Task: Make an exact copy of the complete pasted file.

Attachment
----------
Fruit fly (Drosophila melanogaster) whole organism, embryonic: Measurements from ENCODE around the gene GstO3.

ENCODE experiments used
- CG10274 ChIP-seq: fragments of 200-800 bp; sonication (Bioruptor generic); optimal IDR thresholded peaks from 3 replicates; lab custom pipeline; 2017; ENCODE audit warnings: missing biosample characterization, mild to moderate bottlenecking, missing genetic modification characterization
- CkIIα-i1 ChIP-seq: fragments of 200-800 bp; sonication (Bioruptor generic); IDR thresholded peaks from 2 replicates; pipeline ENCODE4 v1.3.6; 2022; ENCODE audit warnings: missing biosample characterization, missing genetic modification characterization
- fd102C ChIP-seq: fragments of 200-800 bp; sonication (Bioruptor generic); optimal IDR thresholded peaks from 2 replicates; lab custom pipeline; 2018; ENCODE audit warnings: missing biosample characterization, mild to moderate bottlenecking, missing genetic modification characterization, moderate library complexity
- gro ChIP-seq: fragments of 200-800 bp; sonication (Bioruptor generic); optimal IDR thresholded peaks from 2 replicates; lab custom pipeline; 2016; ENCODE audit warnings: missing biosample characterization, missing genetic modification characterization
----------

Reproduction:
Fruit fly (Drosophila melanogaster) whole organism, embryonic: Measurements from ENCODE around the gene GstO3.

ENCODE experiments used
- CG10274 ChIP-seq: fragments of 200-800 bp; sonication (Bioruptor generic); optimal IDR thresholded peaks from 3 replicates; lab custom pipeline; 2017; ENCODE audit warnings: missing biosample characterization, mild to moderate bottlenecking, missing genetic modification characterization
- CkIIα-i1 ChIP-seq: fragments of 200-800 bp; sonication (Bioruptor generic); IDR thresholded peaks from 2 replicates; pipeline ENCODE4 v1.3.6; 2022; ENCODE audit warnings: missing biosample characterization, missing genetic modification characterization
- fd102C ChIP-seq: fragments of 200-800 bp; sonication (Bioruptor generic); optimal IDR thresholded peaks from 2 replicates; lab custom pipeline; 2018; ENCODE audit warnings: missing biosample characterization, mild to moderate bottlenecking, missing genetic modification characterization, moderate library complexity
- gro ChIP-seq: fragments of 200-800 bp; sonication (Bioruptor generic); optimal IDR thresholded peaks from 2 replicates; lab custom pipeline; 2016; ENCODE audit warnings: missing biosample characterization, missing genetic modification characterization